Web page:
I do like old people and I've gotten used to this.  Meals are actually very simple with them.  There is the occasional old person who breaks the bonds of tradition, and enjoys new food and is able to go outside without great fear, and they are like little gems on the beach!

 

One of my Death Plan rules (working with extremely frail elderly made me know I do NOT want to get to that stage) is that when I am afraid of food, the Death Plan will commence!

  • Like 3
Link to post
Share on other sites

"Food seems to be one of the few things that people can enjoy as they get older." Mike D

 

I haven't a clue. When I get old Iet you know.   bill

  • Like 1
Link to post
Share on other sites

"Food seems to be one of the few things that people can enjoy as they get older." Mike D

 

I haven't a clue. When I get old Iet you know.   bill

 

"Food seems to be one of the few things that people can enjoy as they get older." Mike D

 

I haven't a clue. When I get old Iet you know.   bill

Nice ;-)

Link to post
Share on other sites

Define the terms "older" and "senior" please.

My clients and residents are truly elderly.  Often close to 100.  They are also extremely frail and have severe medical conditions and can often no longer take care of themselves.  I am NOT talking about recently retired folks or healthy people in their 80's or 90's (I have some amazing spouses of clients that are still extremely active and driving into their 90's and one wife who is 80 and still goes to work every day as a successful realtor).

 

Why are you asking?  You sound defensive.  Are you one of those old farts?  SHOULD I TALK LOUDER FOR YOU??

 

0-picture.gif

 

Just kidding!  Take some Miralax, you'll feel better in the morning!!!!

Link to post
Share on other sites

Fuck you. :)

 

I'm still a kid at 60. I admit that I like to save money and take advantage of the "senior" specials when I can, but I think I am at the point where I'm going to enjoy my life by doing things I like, such as enjoying good food (BBQ), Scotch and cigars. Why would I want to live to be 100 if I can't enjoy getting there?

  • Like 3
Link to post
Share on other sites
  • Super Moderator
Why would I want to live to be 100 if I can't enjoy getting there?

 

Bingo!

 

I've had this conversation with my doctor, and he agrees with me. I told him we were working toward different goals; I want to live a fun and enjoyable life for as long as I can, he wants to keep me technically alive as long as humanly possible. Big difference. If I make it to the old folks home, I'll be the trouble maker that all of them seem to have at least one of. My mom was the trouble maker at hers; they got a big kick out of taking the 90 year old woman to the patio for a smoke.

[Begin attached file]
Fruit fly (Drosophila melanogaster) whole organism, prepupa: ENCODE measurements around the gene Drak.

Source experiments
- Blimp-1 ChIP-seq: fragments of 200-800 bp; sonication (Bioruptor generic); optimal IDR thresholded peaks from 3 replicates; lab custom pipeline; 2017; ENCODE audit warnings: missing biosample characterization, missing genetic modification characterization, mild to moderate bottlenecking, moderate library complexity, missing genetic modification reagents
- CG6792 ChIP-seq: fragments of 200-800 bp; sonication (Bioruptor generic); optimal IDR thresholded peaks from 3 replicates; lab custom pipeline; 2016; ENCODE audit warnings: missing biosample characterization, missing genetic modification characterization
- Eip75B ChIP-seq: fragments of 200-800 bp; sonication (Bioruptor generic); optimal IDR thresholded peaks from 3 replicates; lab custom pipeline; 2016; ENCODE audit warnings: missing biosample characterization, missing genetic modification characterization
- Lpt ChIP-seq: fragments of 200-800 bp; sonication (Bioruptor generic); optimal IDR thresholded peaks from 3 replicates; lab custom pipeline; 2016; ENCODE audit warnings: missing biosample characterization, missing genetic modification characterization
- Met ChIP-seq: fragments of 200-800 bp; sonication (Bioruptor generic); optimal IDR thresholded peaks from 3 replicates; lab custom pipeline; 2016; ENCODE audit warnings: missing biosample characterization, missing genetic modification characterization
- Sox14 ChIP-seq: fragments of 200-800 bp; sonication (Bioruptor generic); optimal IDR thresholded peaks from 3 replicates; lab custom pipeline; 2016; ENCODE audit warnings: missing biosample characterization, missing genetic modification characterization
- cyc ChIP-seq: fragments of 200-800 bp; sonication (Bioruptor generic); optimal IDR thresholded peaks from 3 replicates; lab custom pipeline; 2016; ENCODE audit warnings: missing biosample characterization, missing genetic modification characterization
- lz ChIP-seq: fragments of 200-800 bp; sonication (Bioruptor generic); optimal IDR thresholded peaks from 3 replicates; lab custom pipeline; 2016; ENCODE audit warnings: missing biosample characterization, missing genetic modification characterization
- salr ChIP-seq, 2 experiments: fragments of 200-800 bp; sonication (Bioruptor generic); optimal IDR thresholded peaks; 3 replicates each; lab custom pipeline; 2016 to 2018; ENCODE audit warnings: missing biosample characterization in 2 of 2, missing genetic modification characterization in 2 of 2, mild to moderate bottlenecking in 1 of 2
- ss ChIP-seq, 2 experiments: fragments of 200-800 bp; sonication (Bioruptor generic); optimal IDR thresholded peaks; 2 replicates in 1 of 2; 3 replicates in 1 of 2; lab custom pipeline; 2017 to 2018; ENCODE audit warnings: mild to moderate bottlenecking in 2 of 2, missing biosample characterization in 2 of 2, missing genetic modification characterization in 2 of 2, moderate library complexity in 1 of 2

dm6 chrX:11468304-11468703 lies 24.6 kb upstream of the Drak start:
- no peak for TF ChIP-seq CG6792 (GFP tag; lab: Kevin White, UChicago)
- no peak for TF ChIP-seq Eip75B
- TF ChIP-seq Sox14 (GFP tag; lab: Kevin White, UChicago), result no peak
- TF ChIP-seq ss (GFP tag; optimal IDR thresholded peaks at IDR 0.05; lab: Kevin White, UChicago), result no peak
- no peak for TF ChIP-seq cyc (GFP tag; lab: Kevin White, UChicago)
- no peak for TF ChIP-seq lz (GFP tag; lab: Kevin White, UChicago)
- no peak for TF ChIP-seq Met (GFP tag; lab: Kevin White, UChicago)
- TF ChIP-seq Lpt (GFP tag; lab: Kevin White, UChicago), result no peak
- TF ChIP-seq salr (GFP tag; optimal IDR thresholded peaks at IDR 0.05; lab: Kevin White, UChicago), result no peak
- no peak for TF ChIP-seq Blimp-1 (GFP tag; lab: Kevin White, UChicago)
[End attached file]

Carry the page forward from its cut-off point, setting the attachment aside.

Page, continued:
Link to post
Share on other sites

Fuck you. smile.png

 

I'm still a kid at 60. I admit that I like to save money and take advantage of the "senior" specials when I can, but I think I am at the point where I'm going to enjoy my life by doing things I like, such as enjoying good food (BBQ), Scotch and cigars. Why would I want to live to be 100 if I can't enjoy getting there?

That's the plan!  I'm Queen of Frugal with the boring things in life because life's too short to be cheap with the good stuff!

 

Florduh:  I had one client who basically lived on cigarettes and coffee.  She was too old to light the cigarettes herself (too weak to inhale strongly enough), so I had to do it for her.  She was totally kick-ass!!!!

Link to post
Share on other sites

"One of my Death Plan rules (working with extremely frail elderly made me know I do NOT want to get to that stage) is that when I am afraid of food, the Death Plan will commence!"  Amateur

 

My advice: make sure your spouse and at you adult children know exactly what your "Death Plan" is. Sometimes your family can be your worst enemy because they don't know your wishes and want to put off your death as long as possible. I'm not just talking about a living will. I mean let them know whatever it is that you want to keep doing despite health risks. Family, however well meaning, will sometimes want to make all your decisions for you before it is necessary. You should make your intent clear to them before that day arrives.    bill

  • Like 1
Link to post
Share on other sites

 

 

I also worked eight years at a retirement home, serving meals to the seniors.  Same things -- meals were the highlight of the day, bookended by naps, and there was a total fear of new food.  The supper that we served wraps was the slowest, worst meal ever!  At EVERY table, the servers had to explain what a wrap was and how it worked, and how to eat it -- and insist that a wrap was not an evil invention that would kill old people, oh, they were so afraid of "the wrap"!  The managers finally had to get on the microphone and attempt to explain them, but since the extreme elderly don't hear well, it was still a table-by-table experience.

Too funny yelrotflmao.gif

Link to post
Share on other sites

"One of my Death Plan rules (working with extremely frail elderly made me know I do NOT want to get to that stage) is that when I am afraid of food, the Death Plan will commence!"  Amateur

 

My advice: make sure your spouse and at you adult children know exactly what your "Death Plan" is. Sometimes your family can be your worst enemy because they don't know your wishes and want to put off your death as long as possible. I'm not just talking about a living will. I mean let them know whatever it is that you want to keep doing despite health risks. Family, however well meaning, will sometimes want to make all your decisions for you before it is necessary. You should make your intent clear to them before that day arrives.    bill